Thursday, February 12, 2009

The last few days have been kind of intense, not only because I've been really tired (yawn--there she goes again) due to messing around with my blog much too late every night, but also because of some questions I asked myself recently--questions about what I want from this blog, what I want from life--that have been hard to answer without a significant amount of shame, uncertainty, and, for lack of a better term, soul-searching.

What I'm ashamed about is wanting Fame and Glory--wanting praise and attention, love and respect. I've wanted the light to shine on me, to single me out as more special, more smart, more beautiful, more good, more strong, more perfect--more perfect at everything than everyone else. I've wanted to climb above the writhing heap of humanity and wave my flag, stake out my plot in the Land of Importance, in the World of People Who Matter; I've wanted to be noticed and known and remembered.

I've wanted all this good stuff for me, it's true. I've wanted to be singled out as better, which (there needs to be a standard of comparison) means other people should be less interesting, less worthy of attention, less special. I've wanted others to have less so I can have more; I've wanted happiness at their expense.

It's Darwinism, maybe: creatures want to survive, to spread themselves far and wide, and being known is a way of doing that. One's genes can't be shared through books or memories, but one's ideas can, and with no less significant results: survival of the fittest in the minds of others.

Since it's natural, it must be right, right? It's ok, and even healthy, to want recognition while other people linger in the shadows? And maybe, after reaching the top, one would discover a previously unknown inner strength, a deep hidden power that could be used to conquer, once and for all, violence against women? Should one pursue the desire for personal success because it's natural?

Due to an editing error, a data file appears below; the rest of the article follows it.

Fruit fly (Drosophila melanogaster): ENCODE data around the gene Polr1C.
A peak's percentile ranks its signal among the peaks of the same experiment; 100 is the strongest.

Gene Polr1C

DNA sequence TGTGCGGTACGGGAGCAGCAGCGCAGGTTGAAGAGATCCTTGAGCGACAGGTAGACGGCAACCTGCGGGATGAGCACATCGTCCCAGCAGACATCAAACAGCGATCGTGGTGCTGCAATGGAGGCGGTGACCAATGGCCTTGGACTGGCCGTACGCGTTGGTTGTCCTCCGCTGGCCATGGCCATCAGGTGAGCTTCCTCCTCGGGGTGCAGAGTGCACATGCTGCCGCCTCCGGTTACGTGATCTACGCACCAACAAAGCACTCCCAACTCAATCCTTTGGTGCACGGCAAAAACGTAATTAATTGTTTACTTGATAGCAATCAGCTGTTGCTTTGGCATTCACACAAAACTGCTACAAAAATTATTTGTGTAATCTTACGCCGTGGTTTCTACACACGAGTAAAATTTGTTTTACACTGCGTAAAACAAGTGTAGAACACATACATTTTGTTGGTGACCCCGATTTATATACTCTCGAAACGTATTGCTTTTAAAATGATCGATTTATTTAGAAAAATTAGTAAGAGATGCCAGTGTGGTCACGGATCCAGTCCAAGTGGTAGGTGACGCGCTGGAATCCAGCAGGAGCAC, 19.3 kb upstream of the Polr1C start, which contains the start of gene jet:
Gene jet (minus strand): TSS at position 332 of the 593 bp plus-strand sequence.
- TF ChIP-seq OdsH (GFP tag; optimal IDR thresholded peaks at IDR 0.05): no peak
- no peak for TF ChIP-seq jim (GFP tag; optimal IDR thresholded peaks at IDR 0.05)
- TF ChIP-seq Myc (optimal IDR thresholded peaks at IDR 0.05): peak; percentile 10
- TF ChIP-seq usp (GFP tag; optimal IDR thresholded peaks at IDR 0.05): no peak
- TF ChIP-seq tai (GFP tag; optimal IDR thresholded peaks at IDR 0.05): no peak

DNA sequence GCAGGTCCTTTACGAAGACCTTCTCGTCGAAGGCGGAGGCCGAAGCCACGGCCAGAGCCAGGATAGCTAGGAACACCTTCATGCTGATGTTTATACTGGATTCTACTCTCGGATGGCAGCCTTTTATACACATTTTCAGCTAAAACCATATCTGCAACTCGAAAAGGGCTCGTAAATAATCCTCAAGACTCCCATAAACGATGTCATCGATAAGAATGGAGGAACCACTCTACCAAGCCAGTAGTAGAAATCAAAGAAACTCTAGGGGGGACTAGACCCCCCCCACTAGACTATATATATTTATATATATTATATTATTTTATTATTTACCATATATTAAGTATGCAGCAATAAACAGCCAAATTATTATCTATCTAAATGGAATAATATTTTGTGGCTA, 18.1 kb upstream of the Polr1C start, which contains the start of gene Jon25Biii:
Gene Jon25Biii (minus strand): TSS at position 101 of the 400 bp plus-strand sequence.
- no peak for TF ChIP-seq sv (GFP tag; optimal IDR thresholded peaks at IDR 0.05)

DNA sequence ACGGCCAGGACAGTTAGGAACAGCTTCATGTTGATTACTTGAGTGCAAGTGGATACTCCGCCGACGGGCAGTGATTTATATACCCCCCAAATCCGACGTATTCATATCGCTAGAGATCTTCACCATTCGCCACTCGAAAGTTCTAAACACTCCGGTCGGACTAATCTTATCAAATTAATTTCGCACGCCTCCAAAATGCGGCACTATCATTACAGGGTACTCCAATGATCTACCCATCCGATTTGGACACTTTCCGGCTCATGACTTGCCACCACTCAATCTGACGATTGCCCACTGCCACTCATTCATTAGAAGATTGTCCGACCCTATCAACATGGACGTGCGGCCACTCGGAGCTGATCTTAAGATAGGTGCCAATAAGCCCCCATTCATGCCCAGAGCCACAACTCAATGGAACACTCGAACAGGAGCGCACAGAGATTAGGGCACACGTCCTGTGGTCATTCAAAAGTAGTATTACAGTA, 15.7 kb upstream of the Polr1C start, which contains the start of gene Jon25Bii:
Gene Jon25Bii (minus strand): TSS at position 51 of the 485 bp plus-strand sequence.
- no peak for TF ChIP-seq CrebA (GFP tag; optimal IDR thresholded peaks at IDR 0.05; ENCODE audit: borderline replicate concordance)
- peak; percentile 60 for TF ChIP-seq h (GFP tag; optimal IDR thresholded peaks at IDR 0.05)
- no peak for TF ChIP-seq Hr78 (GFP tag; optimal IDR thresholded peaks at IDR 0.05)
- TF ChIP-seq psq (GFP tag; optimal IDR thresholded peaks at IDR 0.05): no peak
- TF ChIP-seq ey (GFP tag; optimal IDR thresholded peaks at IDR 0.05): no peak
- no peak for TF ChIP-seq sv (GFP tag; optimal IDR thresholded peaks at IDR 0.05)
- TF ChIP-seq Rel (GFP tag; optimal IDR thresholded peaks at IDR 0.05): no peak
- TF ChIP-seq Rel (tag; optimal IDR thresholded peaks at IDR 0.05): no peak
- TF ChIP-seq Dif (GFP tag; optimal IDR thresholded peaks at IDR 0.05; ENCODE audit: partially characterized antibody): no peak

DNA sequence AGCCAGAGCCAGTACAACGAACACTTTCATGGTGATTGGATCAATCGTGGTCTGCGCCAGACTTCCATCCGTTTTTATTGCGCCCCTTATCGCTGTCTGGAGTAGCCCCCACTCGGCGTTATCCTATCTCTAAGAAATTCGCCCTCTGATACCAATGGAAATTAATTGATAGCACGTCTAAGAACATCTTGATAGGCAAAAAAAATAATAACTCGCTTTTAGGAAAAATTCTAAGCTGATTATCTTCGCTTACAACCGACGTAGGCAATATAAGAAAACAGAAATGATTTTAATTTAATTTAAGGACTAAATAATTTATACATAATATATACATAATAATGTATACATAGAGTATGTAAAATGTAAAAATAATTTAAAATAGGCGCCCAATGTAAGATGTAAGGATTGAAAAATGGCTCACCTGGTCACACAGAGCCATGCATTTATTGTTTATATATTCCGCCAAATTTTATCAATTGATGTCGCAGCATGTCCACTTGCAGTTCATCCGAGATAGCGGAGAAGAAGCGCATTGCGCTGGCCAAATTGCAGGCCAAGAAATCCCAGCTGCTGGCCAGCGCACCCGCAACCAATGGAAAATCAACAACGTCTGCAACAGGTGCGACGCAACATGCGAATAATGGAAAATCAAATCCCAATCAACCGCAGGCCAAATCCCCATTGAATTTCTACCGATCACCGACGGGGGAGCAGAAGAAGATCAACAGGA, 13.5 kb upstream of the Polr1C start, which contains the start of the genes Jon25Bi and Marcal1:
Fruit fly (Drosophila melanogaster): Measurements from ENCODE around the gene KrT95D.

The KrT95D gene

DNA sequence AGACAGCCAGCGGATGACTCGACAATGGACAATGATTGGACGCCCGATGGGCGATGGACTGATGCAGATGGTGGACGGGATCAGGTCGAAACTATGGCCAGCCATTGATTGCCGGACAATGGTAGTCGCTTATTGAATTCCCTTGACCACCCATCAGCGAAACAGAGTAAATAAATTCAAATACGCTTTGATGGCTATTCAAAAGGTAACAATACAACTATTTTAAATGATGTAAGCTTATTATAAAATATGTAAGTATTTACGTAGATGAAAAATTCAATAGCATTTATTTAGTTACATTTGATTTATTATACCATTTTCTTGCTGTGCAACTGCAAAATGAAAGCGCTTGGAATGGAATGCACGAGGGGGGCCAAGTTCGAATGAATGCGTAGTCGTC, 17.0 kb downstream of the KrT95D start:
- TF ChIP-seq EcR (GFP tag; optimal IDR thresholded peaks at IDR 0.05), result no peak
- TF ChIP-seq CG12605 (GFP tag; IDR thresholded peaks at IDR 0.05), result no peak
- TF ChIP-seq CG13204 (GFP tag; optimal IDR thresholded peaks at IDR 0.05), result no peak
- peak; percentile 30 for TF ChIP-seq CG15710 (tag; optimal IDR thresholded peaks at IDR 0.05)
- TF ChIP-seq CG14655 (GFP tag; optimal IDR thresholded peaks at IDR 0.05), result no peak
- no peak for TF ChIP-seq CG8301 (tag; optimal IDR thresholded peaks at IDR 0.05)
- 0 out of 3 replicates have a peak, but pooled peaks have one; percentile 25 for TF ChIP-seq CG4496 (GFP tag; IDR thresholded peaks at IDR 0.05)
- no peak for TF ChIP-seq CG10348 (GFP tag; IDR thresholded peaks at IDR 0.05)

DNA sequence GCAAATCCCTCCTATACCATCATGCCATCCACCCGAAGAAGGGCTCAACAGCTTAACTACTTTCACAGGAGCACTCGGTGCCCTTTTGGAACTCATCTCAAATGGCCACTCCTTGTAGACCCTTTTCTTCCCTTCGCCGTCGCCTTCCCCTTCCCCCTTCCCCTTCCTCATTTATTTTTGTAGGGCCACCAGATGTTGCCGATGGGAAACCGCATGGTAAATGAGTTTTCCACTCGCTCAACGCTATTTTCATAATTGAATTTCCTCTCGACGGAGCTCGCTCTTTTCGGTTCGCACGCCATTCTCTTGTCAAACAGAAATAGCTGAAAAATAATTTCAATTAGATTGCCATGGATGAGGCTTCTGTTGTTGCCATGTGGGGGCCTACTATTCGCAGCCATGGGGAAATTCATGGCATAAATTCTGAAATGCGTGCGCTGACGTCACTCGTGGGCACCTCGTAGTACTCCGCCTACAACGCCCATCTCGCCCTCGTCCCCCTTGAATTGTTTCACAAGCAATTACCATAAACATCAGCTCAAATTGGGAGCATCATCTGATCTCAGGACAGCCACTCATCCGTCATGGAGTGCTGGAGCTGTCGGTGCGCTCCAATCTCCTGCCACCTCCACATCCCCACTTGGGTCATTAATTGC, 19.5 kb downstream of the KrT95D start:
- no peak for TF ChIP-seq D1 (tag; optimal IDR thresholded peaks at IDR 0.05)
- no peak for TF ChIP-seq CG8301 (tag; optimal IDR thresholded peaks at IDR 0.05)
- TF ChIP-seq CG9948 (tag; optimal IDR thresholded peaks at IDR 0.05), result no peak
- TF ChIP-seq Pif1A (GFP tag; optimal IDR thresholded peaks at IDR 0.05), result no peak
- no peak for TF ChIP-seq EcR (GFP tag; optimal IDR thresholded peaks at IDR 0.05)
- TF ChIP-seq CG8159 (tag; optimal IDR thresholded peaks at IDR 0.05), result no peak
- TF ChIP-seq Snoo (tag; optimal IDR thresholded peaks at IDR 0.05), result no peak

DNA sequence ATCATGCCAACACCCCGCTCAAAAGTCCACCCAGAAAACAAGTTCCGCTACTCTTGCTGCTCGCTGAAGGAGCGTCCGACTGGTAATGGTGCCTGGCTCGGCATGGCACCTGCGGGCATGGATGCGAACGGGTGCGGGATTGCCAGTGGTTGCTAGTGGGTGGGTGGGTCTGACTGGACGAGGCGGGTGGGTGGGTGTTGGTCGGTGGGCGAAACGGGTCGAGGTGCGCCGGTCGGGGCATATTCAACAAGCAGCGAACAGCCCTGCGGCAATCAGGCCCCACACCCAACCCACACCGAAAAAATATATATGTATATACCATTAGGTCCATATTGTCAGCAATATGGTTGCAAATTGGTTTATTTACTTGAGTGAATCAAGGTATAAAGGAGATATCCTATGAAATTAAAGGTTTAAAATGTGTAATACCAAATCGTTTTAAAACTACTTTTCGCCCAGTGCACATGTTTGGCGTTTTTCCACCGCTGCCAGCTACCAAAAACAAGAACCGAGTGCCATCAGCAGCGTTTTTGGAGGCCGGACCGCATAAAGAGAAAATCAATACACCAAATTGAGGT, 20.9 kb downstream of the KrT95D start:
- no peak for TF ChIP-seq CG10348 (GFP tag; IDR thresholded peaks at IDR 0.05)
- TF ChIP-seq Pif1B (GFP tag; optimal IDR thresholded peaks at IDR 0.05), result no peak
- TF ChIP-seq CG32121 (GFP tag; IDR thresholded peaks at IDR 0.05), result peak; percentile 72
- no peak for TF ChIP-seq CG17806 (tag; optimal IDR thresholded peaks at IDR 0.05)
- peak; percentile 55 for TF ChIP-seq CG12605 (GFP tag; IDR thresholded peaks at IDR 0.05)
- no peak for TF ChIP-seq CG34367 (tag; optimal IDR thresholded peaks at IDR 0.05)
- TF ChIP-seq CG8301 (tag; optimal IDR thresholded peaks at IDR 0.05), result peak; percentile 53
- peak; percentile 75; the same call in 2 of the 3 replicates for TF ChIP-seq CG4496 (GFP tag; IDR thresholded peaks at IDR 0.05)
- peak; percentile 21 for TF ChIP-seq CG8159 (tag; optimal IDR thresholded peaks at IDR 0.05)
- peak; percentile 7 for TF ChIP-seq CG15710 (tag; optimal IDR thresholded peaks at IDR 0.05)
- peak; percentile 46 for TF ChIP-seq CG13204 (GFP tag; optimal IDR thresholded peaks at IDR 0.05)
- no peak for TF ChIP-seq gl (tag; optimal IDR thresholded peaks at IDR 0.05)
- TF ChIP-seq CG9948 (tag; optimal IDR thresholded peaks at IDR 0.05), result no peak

What is the answer?

The answer is that I was standing in line at the doctor's office today, waiting to be told which floor to go to for my blood glucose test, and in front of me was a middle-aged, grey-haired woman with her 7? 8?-year-old daughter. The daughter was wearing a nightgown with pyjama pants underneath and a pink-and-red bathrobe whose sash hung untied at the sides; on her feet, which looked proportionally too large, like a puppy's, she wore fuzzy neon slippers. Her light brown hair waved gently around her head and down her back in long loose braids, and she stood quiet and still next to her mother with an aura of seriousness I attributed to the sobering effects of the stomach flu, or maybe strep throat. Together they approached the registration counter, and while the secretary searched her computer screen, the girl leaned her face on the edge of the counter and turned it so I could see her fine, pale profile; she gazed outside, where it was sunny and full of bright greens and blues. After a moment, she must have sensed me looking at her, because she suddenly turned around and looked at me.

In her drawn sunken face, whose huge bright eyes hung above alarmingly deep dark shadows, and whose full-lipped red mouth was like an incongruous cry of life in all that white piqued skin, I saw a look I first took to be hostile and then realized was simply defensive; she didn't smile, when I attempted a lame smile of my own, and she didn't do much besides assess, apparently, that I was not something to worry about. She turned back and leaned against her mother; her mother hugged her as the secretary finished searching the computer screen. I heard the words "she can go" and "radiology," and then the mother and daughter turned and walked quietly past me.

That's where I found the answer to my question about what I want--about what I should want--from life: in a little girl, wearing pyjamas during the daytime and looking way too pale, in the way that girl gazed outside and maybe thought about playing with her friends at recess, in the way she looked at me as if she were used to being on the lookout for danger, in the way she leaned into her mother's body and in the way her mother held her.

I found the answer to my question, and tonight when I came home I hugged Lula long and hard and told her over and over that I love her. I gave her all the love I could give her; nothing else, I knew, really mattered.


Anonymous said...

I'd say don't worry about becoming famous and widely read. We'll know it's happened soon enough when we're standing in a crowded party and overhear someone behind us whisper to someone else, "Hey baby, let's go fruitcake."

Noopette said...

Thar be tears in me crusty old pirate eyes lady. Fruitcaking awesome.

uncleremus said...

what a beautiful gift you have received!!!!
its perfectly "normal" to let the ego fly & aspire to greatness--that's what helps us get thru this crazy mess called "LIFE"!! before i go further i want to say that you ARE "special, smart & beautiful", so quit being so hard on yourself!!! but you are beginning to see between the cracks of the "lie", the great, big, huge "LIE" of mundane life, & that's amazing!!! to let your heart be full of love, & to try to spread that love to others in this messy, angry world is indeed a challenge, but one that is worth pursuing!!!!
im proud of you Gorilla-girl!!!! you just remember that im always on YOUR side!!!!!

Post a Comment